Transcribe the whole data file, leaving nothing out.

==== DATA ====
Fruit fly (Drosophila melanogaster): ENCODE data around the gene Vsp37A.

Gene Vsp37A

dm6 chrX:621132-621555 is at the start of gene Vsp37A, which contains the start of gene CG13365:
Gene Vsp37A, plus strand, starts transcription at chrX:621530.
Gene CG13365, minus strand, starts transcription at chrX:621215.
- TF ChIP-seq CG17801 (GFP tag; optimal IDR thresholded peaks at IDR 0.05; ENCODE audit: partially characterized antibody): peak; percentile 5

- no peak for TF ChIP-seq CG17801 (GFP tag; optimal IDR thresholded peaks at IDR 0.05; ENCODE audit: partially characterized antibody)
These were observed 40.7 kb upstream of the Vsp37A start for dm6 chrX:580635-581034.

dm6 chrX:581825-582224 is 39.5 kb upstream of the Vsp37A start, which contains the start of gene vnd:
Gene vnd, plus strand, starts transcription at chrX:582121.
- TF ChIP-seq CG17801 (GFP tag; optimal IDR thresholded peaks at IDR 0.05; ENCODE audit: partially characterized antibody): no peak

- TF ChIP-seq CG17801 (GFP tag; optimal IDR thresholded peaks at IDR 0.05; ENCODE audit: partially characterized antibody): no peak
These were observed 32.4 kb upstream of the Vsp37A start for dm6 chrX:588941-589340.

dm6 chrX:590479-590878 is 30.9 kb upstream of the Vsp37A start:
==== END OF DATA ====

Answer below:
Fruit fly (Drosophila melanogaster): ENCODE data around the gene Vsp37A.

Gene Vsp37A

dm6 chrX:621132-621555 is at the start of gene Vsp37A, which contains the start of gene CG13365:
Gene Vsp37A, plus strand, starts transcription at chrX:621530.
Gene CG13365, minus strand, starts transcription at chrX:621215.
- TF ChIP-seq CG17801 (GFP tag; optimal IDR thresholded peaks at IDR 0.05; ENCODE audit: partially characterized antibody): peak; percentile 5

- no peak for TF ChIP-seq CG17801 (GFP tag; optimal IDR thresholded peaks at IDR 0.05; ENCODE audit: partially characterized antibody)
These were observed 40.7 kb upstream of the Vsp37A start for dm6 chrX:580635-581034.

dm6 chrX:581825-582224 is 39.5 kb upstream of the Vsp37A start, which contains the start of gene vnd:
Gene vnd, plus strand, starts transcription at chrX:582121.
- TF ChIP-seq CG17801 (GFP tag; optimal IDR thresholded peaks at IDR 0.05; ENCODE audit: partially characterized antibody): no peak

- TF ChIP-seq CG17801 (GFP tag; optimal IDR thresholded peaks at IDR 0.05; ENCODE audit: partially characterized antibody): no peak
These were observed 32.4 kb upstream of the Vsp37A start for dm6 chrX:588941-589340.

dm6 chrX:590479-590878 is 30.9 kb upstream of the Vsp37A start: